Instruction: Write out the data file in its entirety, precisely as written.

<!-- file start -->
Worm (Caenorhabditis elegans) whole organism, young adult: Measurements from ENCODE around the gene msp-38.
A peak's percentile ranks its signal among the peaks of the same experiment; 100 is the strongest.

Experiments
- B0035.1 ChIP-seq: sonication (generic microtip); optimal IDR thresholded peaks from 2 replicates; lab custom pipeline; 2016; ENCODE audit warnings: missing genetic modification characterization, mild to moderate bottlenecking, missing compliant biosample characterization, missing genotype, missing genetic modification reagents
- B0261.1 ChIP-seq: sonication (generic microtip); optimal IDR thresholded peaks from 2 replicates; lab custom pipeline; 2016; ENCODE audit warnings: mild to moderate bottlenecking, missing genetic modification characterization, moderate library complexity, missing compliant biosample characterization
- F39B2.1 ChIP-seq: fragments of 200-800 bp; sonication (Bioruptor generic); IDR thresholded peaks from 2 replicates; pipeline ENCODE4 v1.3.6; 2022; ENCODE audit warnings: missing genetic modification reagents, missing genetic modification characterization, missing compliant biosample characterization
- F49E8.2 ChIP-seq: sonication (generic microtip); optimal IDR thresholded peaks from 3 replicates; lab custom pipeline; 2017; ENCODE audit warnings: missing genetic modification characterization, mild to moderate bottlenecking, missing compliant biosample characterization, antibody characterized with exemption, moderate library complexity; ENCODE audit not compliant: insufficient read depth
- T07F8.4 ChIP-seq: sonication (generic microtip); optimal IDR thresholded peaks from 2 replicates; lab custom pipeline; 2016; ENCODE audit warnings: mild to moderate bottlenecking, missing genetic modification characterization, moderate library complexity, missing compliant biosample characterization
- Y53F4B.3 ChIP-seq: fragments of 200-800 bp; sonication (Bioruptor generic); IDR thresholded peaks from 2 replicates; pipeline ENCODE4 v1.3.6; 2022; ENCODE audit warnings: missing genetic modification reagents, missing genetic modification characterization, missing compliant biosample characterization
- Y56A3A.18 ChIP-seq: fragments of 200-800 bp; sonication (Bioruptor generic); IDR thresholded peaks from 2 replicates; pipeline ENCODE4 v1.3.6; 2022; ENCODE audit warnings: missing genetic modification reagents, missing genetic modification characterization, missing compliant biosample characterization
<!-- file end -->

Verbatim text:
Worm (Caenorhabditis elegans) whole organism, young adult: Measurements from ENCODE around the gene msp-38.
A peak's percentile ranks its signal among the peaks of the same experiment; 100 is the strongest.

Experiments
- B0035.1 ChIP-seq: sonication (generic microtip); optimal IDR thresholded peaks from 2 replicates; lab custom pipeline; 2016; ENCODE audit warnings: missing genetic modification characterization, mild to moderate bottlenecking, missing compliant biosample characterization, missing genotype, missing genetic modification reagents
- B0261.1 ChIP-seq: sonication (generic microtip); optimal IDR thresholded peaks from 2 replicates; lab custom pipeline; 2016; ENCODE audit warnings: mild to moderate bottlenecking, missing genetic modification characterization, moderate library complexity, missing compliant biosample characterization
- F39B2.1 ChIP-seq: fragments of 200-800 bp; sonication (Bioruptor generic); IDR thresholded peaks from 2 replicates; pipeline ENCODE4 v1.3.6; 2022; ENCODE audit warnings: missing genetic modification reagents, missing genetic modification characterization, missing compliant biosample characterization
- F49E8.2 ChIP-seq: sonication (generic microtip); optimal IDR thresholded peaks from 3 replicates; lab custom pipeline; 2017; ENCODE audit warnings: missing genetic modification characterization, mild to moderate bottlenecking, missing compliant biosample characterization, antibody characterized with exemption, moderate library complexity; ENCODE audit not compliant: insufficient read depth
- T07F8.4 ChIP-seq: sonication (generic microtip); optimal IDR thresholded peaks from 2 replicates; lab custom pipeline; 2016; ENCODE audit warnings: mild to moderate bottlenecking, missing genetic modification characterization, moderate library complexity, missing compliant biosample characterization
- Y53F4B.3 ChIP-seq: fragments of 200-800 bp; sonication (Bioruptor generic); IDR thresholded peaks from 2 replicates; pipeline ENCODE4 v1.3.6; 2022; ENCODE audit warnings: missing genetic modification reagents, missing genetic modification characterization, missing compliant biosample characterization
- Y56A3A.18 ChIP-seq: fragments of 200-800 bp; sonication (Bioruptor generic); IDR thresholded peaks from 2 replicates; pipeline ENCODE4 v1.3.6; 2022; ENCODE audit warnings: missing genetic modification reagents, missing genetic modification characterization, missing compliant biosample characterization